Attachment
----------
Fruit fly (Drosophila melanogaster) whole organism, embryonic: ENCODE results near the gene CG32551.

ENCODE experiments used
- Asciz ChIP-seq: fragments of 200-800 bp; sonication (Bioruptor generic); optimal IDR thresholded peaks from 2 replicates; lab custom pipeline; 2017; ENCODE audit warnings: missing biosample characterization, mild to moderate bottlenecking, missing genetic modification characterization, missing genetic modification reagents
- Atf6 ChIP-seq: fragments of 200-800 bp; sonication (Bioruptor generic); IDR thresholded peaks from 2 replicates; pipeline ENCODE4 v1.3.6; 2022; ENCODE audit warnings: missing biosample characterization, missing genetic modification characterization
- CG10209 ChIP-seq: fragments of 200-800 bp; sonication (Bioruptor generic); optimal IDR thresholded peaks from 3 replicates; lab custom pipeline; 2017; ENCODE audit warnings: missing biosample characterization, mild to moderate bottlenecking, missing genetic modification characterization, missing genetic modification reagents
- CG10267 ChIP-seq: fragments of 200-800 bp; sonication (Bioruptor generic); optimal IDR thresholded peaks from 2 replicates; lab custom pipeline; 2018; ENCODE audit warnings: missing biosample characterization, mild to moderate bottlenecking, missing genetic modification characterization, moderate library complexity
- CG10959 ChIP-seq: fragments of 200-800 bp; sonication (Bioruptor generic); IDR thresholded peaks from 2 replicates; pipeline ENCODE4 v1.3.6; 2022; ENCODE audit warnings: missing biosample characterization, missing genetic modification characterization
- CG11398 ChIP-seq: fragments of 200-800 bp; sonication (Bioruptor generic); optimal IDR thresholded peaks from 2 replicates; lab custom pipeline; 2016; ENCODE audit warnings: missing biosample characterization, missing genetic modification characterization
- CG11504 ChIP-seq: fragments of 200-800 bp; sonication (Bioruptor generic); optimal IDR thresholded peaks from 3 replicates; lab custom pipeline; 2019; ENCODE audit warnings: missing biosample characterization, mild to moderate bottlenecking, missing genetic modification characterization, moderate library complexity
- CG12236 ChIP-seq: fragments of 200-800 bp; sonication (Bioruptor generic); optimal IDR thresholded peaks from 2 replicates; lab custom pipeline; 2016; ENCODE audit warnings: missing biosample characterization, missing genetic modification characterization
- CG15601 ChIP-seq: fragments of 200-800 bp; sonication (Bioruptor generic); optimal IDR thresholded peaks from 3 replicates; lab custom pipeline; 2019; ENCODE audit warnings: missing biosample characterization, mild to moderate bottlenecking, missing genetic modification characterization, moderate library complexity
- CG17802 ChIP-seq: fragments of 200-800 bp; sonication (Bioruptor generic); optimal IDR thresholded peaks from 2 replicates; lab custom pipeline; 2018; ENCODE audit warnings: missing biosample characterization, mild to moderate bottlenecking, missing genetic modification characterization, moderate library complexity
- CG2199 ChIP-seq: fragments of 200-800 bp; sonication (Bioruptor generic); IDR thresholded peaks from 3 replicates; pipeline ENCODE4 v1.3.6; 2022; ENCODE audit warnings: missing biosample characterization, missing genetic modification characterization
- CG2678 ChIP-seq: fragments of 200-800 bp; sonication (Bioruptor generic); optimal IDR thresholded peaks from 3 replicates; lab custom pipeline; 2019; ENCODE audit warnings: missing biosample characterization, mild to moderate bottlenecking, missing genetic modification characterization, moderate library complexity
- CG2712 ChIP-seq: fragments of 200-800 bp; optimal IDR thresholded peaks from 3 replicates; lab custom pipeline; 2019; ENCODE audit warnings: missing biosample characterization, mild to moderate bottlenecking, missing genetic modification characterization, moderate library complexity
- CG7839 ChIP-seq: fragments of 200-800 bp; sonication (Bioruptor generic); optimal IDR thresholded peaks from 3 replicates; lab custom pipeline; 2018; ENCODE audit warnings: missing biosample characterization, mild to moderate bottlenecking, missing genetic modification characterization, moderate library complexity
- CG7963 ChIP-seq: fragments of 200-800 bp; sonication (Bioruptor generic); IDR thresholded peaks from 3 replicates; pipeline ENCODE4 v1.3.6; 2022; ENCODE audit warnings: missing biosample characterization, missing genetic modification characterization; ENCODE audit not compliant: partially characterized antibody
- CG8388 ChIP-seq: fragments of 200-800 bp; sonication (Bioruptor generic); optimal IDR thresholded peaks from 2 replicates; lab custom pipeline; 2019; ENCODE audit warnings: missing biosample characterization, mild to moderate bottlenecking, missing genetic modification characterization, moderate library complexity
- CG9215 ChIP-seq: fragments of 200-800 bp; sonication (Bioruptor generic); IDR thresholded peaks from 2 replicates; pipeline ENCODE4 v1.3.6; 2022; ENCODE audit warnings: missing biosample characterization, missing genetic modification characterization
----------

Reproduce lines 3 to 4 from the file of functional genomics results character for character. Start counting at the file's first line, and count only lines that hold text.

- Asciz ChIP-seq: fragments of 200-800 bp; sonication (Bioruptor generic); optimal IDR thresholded peaks from 2 replicates; lab custom pipeline; 2017; ENCODE audit warnings: missing biosample characterization, mild to moderate bottlenecking, missing genetic modification characterization, missing genetic modification reagents
- Atf6 ChIP-seq: fragments of 200-800 bp; sonication (Bioruptor generic); IDR thresholded peaks from 2 replicates; pipeline ENCODE4 v1.3.6; 2022; ENCODE audit warnings: missing biosample characterization, missing genetic modification characterization